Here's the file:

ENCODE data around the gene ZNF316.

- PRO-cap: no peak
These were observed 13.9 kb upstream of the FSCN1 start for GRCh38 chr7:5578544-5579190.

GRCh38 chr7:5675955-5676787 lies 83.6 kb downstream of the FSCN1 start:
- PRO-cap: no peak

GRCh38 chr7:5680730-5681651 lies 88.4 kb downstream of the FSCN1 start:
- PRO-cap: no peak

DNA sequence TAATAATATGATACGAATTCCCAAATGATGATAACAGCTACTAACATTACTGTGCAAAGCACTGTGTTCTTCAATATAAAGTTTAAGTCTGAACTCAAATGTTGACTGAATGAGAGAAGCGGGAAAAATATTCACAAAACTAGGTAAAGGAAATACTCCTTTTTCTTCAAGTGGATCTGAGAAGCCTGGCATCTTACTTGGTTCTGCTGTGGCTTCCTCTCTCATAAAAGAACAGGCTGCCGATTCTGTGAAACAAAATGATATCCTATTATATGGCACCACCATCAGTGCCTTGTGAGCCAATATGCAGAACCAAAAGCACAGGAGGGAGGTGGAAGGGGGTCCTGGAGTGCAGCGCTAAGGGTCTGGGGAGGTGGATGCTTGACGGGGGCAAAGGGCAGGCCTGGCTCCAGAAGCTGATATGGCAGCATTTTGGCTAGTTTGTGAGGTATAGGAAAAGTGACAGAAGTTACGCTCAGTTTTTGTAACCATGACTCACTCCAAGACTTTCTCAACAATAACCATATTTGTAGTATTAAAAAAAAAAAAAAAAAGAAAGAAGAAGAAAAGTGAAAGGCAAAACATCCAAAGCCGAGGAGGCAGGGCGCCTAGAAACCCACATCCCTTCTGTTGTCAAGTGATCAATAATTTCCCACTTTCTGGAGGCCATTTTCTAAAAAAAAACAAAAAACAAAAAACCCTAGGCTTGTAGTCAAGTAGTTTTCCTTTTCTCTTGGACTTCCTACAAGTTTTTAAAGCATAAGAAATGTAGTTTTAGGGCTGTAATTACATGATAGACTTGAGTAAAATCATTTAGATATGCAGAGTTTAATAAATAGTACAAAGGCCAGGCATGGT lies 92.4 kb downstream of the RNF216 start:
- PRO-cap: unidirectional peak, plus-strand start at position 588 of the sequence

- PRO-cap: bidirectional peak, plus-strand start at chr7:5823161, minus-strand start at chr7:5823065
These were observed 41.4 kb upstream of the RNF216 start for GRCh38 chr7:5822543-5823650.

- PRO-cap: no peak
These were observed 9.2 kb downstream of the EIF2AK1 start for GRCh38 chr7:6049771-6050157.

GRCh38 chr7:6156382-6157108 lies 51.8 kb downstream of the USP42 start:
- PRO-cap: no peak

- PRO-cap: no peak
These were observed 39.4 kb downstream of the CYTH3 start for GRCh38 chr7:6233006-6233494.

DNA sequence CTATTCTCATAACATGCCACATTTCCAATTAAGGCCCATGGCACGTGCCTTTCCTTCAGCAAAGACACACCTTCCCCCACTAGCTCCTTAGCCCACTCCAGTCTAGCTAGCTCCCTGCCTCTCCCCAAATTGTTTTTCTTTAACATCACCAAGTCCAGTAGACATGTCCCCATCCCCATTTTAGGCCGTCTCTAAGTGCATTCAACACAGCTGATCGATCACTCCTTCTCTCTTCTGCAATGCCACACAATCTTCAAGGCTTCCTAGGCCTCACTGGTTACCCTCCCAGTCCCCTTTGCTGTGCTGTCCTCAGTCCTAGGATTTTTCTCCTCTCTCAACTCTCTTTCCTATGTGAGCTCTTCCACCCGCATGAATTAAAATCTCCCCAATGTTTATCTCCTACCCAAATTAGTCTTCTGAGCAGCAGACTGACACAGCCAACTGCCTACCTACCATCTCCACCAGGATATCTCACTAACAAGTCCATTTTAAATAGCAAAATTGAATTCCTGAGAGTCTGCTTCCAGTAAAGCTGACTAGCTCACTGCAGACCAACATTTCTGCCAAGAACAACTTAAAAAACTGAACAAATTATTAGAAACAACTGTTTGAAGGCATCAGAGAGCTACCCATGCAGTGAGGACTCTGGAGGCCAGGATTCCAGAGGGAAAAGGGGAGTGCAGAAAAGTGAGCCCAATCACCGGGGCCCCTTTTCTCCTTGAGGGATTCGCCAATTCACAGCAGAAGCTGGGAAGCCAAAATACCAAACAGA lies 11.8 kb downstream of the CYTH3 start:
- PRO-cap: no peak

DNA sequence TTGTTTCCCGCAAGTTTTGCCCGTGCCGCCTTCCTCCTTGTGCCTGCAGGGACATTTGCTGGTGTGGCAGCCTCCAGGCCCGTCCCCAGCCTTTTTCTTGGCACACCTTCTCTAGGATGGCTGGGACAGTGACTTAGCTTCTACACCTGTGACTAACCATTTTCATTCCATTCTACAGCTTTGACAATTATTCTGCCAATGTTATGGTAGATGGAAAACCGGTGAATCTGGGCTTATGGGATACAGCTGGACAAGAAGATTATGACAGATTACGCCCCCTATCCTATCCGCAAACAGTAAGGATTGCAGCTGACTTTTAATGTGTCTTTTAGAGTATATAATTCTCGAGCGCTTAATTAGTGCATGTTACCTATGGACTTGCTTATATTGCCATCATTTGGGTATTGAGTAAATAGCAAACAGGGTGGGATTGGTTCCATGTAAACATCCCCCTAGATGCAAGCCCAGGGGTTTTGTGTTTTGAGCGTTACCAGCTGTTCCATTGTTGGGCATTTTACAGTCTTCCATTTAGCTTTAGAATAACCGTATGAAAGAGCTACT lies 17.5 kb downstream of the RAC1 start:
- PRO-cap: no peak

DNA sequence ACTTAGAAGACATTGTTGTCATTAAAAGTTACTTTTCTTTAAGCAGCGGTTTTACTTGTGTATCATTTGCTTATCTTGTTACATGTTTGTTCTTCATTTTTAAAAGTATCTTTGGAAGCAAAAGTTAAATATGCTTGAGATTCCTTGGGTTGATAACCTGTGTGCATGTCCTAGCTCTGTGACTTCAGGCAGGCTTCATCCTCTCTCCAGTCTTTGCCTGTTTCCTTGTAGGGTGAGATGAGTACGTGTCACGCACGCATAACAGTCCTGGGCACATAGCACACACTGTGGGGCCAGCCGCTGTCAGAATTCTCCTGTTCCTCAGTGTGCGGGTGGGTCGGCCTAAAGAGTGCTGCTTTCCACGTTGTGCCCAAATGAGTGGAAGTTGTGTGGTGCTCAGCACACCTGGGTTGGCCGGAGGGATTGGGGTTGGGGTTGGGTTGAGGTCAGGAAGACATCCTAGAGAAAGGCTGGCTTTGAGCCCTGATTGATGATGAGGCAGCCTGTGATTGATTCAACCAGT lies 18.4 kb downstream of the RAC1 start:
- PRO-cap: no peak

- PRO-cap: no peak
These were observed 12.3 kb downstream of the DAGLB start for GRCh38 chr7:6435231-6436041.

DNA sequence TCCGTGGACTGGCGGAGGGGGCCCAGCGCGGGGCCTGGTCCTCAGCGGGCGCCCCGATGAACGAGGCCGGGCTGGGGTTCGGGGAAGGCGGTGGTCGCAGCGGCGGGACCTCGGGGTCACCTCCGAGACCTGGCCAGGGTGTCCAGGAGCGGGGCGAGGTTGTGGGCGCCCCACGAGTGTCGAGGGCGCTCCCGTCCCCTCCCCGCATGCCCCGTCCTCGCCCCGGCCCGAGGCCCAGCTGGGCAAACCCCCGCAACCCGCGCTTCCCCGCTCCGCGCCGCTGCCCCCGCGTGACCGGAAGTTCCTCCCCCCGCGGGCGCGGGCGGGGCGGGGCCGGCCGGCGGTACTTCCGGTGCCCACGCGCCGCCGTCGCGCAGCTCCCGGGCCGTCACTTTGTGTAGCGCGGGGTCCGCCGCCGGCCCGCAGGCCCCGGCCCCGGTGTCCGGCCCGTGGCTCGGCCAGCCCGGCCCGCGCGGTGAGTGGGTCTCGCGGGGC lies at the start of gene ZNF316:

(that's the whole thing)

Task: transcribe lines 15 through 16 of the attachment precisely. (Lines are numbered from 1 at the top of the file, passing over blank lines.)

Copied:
- PRO-cap: no peak

- PRO-cap: no peak